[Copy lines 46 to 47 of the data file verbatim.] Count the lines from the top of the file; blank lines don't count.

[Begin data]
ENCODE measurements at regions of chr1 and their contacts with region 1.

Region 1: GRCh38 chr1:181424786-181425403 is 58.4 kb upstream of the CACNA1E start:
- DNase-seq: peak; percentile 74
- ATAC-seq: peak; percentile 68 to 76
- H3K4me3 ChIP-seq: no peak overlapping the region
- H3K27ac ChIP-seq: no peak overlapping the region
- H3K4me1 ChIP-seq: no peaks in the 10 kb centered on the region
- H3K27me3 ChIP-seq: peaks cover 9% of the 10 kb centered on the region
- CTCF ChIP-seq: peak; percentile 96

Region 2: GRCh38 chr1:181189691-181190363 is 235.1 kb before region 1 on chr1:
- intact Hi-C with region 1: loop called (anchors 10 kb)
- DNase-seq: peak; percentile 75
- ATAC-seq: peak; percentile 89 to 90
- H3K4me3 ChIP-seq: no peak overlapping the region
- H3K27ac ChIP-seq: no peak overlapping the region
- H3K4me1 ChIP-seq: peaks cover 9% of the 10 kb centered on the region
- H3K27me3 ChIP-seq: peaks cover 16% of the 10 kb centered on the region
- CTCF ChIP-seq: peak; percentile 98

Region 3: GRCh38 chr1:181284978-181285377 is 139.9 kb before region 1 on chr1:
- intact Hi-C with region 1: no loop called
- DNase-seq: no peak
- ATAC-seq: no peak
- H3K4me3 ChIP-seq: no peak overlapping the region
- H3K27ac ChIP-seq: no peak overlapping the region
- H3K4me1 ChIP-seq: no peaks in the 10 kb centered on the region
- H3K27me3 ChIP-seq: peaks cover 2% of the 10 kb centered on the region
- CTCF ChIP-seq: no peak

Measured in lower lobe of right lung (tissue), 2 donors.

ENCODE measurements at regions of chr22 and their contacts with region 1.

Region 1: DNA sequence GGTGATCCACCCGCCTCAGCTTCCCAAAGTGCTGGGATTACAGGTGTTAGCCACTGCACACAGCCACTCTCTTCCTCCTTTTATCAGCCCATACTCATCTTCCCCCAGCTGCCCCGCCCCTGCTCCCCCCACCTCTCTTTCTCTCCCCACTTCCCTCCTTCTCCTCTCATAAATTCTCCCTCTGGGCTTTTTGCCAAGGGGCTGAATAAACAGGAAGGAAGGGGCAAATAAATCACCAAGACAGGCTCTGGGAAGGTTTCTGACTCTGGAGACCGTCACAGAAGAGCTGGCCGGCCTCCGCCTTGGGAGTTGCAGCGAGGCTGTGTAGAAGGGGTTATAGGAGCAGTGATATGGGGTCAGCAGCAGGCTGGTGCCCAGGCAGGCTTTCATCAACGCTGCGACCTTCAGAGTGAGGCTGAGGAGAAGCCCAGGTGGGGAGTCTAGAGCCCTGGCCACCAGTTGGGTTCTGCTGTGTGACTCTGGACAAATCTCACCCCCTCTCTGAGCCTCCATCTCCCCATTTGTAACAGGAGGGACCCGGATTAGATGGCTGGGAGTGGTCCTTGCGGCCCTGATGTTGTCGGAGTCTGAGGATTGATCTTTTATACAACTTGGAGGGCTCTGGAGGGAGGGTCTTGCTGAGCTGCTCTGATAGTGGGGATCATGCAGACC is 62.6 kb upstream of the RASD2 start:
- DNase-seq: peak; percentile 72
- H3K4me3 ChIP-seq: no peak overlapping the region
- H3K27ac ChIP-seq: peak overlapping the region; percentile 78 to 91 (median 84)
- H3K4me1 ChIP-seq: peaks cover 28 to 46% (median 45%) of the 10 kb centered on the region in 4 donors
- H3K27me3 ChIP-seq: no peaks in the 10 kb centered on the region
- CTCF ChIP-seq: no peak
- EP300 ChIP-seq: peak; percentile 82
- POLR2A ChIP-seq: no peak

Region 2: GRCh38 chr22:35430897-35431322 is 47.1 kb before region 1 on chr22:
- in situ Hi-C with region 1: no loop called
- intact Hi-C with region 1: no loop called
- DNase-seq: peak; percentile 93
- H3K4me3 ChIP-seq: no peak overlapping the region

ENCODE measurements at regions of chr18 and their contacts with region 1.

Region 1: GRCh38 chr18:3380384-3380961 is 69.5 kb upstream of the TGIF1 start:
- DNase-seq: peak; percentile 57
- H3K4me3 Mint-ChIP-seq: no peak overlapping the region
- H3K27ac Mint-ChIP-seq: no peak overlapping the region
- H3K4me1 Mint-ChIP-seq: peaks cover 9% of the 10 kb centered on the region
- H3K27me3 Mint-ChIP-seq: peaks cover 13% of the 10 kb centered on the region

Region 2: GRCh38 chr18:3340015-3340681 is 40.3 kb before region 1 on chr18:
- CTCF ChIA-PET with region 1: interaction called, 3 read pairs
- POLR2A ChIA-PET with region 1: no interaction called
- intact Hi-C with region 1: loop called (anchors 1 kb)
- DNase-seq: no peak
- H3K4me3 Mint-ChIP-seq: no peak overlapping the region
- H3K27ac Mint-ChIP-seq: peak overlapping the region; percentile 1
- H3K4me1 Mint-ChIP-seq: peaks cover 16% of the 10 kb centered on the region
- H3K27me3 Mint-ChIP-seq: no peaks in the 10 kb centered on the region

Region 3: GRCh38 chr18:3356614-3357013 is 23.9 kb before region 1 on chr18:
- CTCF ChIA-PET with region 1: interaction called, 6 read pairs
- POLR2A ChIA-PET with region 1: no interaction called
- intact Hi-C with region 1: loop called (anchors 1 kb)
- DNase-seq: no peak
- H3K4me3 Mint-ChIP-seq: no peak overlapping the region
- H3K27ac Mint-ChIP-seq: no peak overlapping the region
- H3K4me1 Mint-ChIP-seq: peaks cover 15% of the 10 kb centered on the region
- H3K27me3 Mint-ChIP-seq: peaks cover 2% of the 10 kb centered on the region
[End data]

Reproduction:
- DNase-seq: peak; percentile 57
- H3K4me3 Mint-ChIP-seq: no peak overlapping the region